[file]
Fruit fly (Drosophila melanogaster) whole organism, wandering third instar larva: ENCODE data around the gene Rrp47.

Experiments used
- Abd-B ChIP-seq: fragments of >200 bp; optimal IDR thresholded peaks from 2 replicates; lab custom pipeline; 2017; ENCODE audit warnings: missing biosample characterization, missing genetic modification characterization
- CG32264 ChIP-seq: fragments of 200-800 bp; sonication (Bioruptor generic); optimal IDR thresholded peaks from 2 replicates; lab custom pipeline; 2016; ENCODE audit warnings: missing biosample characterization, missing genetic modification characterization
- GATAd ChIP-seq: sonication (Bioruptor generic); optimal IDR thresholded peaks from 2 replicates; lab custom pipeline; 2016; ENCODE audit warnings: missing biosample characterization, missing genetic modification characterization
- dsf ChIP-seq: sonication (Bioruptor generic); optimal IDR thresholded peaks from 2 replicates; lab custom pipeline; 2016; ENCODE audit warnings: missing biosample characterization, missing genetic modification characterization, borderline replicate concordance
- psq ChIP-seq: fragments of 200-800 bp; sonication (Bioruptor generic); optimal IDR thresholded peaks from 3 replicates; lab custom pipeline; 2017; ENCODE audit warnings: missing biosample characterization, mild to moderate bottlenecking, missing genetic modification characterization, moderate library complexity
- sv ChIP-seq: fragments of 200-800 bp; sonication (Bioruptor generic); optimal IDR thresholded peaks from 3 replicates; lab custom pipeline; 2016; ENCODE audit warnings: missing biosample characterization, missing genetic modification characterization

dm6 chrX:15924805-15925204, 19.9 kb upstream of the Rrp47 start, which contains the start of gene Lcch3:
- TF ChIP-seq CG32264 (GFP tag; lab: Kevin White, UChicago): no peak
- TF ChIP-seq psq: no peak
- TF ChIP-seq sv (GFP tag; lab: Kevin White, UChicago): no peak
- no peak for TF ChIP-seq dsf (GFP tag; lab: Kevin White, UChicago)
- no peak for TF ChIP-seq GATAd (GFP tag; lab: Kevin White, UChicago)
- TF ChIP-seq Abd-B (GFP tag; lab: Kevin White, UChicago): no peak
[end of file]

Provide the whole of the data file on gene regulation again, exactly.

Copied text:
Fruit fly (Drosophila melanogaster) whole organism, wandering third instar larva: ENCODE data around the gene Rrp47.

Experiments used
- Abd-B ChIP-seq: fragments of >200 bp; optimal IDR thresholded peaks from 2 replicates; lab custom pipeline; 2017; ENCODE audit warnings: missing biosample characterization, missing genetic modification characterization
- CG32264 ChIP-seq: fragments of 200-800 bp; sonication (Bioruptor generic); optimal IDR thresholded peaks from 2 replicates; lab custom pipeline; 2016; ENCODE audit warnings: missing biosample characterization, missing genetic modification characterization
- GATAd ChIP-seq: sonication (Bioruptor generic); optimal IDR thresholded peaks from 2 replicates; lab custom pipeline; 2016; ENCODE audit warnings: missing biosample characterization, missing genetic modification characterization
- dsf ChIP-seq: sonication (Bioruptor generic); optimal IDR thresholded peaks from 2 replicates; lab custom pipeline; 2016; ENCODE audit warnings: missing biosample characterization, missing genetic modification characterization, borderline replicate concordance
- psq ChIP-seq: fragments of 200-800 bp; sonication (Bioruptor generic); optimal IDR thresholded peaks from 3 replicates; lab custom pipeline; 2017; ENCODE audit warnings: missing biosample characterization, mild to moderate bottlenecking, missing genetic modification characterization, moderate library complexity
- sv ChIP-seq: fragments of 200-800 bp; sonication (Bioruptor generic); optimal IDR thresholded peaks from 3 replicates; lab custom pipeline; 2016; ENCODE audit warnings: missing biosample characterization, missing genetic modification characterization

dm6 chrX:15924805-15925204, 19.9 kb upstream of the Rrp47 start, which contains the start of gene Lcch3:
- TF ChIP-seq CG32264 (GFP tag; lab: Kevin White, UChicago): no peak
- TF ChIP-seq psq: no peak
- TF ChIP-seq sv (GFP tag; lab: Kevin White, UChicago): no peak
- no peak for TF ChIP-seq dsf (GFP tag; lab: Kevin White, UChicago)
- no peak for TF ChIP-seq GATAd (GFP tag; lab: Kevin White, UChicago)
- TF ChIP-seq Abd-B (GFP tag; lab: Kevin White, UChicago): no peak